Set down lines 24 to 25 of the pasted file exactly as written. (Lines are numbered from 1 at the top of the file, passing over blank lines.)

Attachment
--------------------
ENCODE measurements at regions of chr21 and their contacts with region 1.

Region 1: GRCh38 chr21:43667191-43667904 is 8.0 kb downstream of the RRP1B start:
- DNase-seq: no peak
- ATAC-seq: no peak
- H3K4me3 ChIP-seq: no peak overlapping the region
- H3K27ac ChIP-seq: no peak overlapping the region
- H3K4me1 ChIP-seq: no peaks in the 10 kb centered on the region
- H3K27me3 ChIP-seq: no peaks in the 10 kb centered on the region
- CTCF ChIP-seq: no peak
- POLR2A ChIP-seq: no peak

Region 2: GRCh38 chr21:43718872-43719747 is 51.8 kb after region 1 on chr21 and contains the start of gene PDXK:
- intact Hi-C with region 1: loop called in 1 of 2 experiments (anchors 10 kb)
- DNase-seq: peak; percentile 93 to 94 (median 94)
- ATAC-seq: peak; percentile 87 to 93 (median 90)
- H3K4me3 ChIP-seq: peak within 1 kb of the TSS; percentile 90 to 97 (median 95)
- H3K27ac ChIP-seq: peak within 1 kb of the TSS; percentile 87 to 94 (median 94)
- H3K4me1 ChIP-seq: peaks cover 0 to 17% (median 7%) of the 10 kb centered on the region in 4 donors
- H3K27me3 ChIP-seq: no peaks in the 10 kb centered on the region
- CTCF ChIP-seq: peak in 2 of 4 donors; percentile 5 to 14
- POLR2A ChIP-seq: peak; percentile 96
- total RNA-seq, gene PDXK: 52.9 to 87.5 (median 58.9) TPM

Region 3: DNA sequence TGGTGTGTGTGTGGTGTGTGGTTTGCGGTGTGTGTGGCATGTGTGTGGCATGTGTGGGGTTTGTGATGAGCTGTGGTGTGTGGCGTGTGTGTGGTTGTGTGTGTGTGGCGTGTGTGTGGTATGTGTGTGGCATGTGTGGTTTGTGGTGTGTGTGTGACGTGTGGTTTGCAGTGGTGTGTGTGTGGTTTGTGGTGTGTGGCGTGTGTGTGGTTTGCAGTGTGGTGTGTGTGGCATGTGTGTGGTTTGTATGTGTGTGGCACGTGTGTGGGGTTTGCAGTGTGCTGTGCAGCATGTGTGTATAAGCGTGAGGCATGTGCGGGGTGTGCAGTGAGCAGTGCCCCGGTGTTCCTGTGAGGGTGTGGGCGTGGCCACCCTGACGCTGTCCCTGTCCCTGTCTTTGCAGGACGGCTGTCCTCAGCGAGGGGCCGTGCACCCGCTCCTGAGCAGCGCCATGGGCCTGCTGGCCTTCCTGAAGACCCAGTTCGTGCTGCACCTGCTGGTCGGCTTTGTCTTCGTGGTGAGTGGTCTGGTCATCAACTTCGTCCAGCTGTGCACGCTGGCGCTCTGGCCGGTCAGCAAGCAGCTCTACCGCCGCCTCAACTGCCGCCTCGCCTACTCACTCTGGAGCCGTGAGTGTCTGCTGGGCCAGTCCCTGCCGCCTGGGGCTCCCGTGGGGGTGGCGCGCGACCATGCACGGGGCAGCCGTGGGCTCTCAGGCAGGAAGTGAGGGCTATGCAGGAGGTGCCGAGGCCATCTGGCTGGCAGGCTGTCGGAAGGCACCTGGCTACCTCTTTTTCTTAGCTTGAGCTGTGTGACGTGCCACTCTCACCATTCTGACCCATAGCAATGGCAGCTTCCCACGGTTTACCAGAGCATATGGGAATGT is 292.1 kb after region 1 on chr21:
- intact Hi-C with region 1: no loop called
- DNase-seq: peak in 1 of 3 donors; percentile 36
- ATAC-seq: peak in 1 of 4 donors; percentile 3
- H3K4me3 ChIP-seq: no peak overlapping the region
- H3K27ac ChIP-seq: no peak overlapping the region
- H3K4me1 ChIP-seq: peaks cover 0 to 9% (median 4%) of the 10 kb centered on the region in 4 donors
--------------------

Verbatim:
- DNase-seq: peak in 1 of 3 donors; percentile 36
- ATAC-seq: peak in 1 of 4 donors; percentile 3